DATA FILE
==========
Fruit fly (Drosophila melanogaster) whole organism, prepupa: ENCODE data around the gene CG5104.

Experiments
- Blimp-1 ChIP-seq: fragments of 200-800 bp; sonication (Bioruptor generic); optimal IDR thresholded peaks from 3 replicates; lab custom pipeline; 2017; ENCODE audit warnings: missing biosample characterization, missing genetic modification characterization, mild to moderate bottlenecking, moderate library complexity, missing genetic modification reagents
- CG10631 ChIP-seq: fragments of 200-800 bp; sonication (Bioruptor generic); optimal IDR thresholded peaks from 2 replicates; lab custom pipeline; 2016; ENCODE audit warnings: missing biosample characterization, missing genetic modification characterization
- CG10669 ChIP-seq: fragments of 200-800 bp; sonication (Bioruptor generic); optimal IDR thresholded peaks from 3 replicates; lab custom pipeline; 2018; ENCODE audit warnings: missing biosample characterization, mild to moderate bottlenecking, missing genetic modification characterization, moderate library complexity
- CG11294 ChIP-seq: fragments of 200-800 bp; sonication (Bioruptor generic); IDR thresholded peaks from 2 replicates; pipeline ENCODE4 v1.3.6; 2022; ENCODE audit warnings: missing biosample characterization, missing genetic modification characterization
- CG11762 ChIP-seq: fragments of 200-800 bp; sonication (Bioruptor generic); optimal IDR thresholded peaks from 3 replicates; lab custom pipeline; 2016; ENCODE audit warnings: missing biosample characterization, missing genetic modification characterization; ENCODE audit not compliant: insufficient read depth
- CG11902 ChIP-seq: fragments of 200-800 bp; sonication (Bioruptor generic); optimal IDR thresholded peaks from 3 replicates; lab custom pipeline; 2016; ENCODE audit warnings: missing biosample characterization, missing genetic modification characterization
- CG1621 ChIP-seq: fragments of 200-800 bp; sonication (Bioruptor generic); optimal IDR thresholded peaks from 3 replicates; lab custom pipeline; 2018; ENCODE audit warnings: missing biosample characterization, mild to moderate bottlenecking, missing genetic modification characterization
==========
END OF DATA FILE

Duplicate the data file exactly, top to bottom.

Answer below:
Fruit fly (Drosophila melanogaster) whole organism, prepupa: ENCODE data around the gene CG5104.

Experiments
- Blimp-1 ChIP-seq: fragments of 200-800 bp; sonication (Bioruptor generic); optimal IDR thresholded peaks from 3 replicates; lab custom pipeline; 2017; ENCODE audit warnings: missing biosample characterization, missing genetic modification characterization, mild to moderate bottlenecking, moderate library complexity, missing genetic modification reagents
- CG10631 ChIP-seq: fragments of 200-800 bp; sonication (Bioruptor generic); optimal IDR thresholded peaks from 2 replicates; lab custom pipeline; 2016; ENCODE audit warnings: missing biosample characterization, missing genetic modification characterization
- CG10669 ChIP-seq: fragments of 200-800 bp; sonication (Bioruptor generic); optimal IDR thresholded peaks from 3 replicates; lab custom pipeline; 2018; ENCODE audit warnings: missing biosample characterization, mild to moderate bottlenecking, missing genetic modification characterization, moderate library complexity
- CG11294 ChIP-seq: fragments of 200-800 bp; sonication (Bioruptor generic); IDR thresholded peaks from 2 replicates; pipeline ENCODE4 v1.3.6; 2022; ENCODE audit warnings: missing biosample characterization, missing genetic modification characterization
- CG11762 ChIP-seq: fragments of 200-800 bp; sonication (Bioruptor generic); optimal IDR thresholded peaks from 3 replicates; lab custom pipeline; 2016; ENCODE audit warnings: missing biosample characterization, missing genetic modification characterization; ENCODE audit not compliant: insufficient read depth
- CG11902 ChIP-seq: fragments of 200-800 bp; sonication (Bioruptor generic); optimal IDR thresholded peaks from 3 replicates; lab custom pipeline; 2016; ENCODE audit warnings: missing biosample characterization, missing genetic modification characterization
- CG1621 ChIP-seq: fragments of 200-800 bp; sonication (Bioruptor generic); optimal IDR thresholded peaks from 3 replicates; lab custom pipeline; 2018; ENCODE audit warnings: missing biosample characterization, mild to moderate bottlenecking, missing genetic modification characterization